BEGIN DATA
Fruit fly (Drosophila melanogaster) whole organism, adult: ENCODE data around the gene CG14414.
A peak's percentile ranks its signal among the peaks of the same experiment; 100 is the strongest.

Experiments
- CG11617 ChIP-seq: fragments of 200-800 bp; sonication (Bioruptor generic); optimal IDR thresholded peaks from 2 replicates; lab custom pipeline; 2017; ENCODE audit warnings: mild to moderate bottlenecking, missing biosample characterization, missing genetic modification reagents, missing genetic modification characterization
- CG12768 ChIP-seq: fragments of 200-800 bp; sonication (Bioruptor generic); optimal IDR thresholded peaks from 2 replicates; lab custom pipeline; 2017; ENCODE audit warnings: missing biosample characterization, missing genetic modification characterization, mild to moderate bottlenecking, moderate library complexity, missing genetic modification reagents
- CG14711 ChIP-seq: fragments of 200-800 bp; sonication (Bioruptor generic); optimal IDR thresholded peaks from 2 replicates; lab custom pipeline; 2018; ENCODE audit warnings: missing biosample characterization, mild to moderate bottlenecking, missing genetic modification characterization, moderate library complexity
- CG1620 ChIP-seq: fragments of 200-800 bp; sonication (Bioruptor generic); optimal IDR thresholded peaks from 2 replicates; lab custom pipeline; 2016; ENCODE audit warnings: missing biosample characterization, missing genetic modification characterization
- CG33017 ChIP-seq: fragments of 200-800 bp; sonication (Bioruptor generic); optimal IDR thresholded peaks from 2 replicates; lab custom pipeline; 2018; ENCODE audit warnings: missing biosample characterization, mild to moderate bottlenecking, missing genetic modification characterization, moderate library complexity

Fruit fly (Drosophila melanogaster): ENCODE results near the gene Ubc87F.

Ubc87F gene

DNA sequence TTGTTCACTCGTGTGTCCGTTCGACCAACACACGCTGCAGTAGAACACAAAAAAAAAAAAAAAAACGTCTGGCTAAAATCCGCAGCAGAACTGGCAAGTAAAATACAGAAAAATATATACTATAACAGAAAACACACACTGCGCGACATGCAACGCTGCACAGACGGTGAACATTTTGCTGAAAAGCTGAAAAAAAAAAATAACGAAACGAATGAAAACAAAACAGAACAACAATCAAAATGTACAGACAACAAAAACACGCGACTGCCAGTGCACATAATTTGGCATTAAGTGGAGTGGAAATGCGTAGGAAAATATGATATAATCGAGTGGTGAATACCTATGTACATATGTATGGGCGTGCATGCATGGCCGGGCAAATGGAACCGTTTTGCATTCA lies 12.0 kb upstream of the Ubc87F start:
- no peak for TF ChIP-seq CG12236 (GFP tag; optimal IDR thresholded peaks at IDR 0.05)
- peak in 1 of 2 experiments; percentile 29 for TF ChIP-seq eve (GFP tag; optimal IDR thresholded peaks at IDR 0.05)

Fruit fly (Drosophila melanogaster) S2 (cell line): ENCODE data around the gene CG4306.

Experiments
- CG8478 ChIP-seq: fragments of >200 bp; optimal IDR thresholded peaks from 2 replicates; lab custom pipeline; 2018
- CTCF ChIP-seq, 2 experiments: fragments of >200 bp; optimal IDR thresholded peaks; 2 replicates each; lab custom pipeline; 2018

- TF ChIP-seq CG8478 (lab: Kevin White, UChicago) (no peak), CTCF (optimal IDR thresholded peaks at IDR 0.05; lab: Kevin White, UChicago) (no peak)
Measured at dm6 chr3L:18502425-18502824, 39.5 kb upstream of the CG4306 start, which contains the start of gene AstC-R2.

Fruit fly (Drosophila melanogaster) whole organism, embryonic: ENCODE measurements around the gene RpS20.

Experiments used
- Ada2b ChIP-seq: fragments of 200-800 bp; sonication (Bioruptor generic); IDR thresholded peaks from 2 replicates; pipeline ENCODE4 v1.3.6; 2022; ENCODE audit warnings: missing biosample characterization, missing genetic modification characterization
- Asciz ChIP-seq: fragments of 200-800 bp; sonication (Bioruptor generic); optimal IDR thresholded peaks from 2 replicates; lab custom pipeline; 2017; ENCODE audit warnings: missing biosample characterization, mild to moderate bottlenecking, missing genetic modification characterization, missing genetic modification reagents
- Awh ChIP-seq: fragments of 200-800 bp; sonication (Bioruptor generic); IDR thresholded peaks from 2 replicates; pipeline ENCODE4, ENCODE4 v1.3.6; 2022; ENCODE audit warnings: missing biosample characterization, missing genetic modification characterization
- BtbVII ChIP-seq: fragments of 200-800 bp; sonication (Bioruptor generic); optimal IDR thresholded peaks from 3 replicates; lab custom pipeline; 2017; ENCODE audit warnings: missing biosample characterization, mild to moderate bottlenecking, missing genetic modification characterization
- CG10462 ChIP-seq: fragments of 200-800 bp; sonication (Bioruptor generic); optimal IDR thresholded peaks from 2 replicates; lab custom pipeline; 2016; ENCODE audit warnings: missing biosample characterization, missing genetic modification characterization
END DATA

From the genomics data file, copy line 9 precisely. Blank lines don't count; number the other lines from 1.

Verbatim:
Fruit fly (Drosophila melanogaster): ENCODE results near the gene Ubc87F.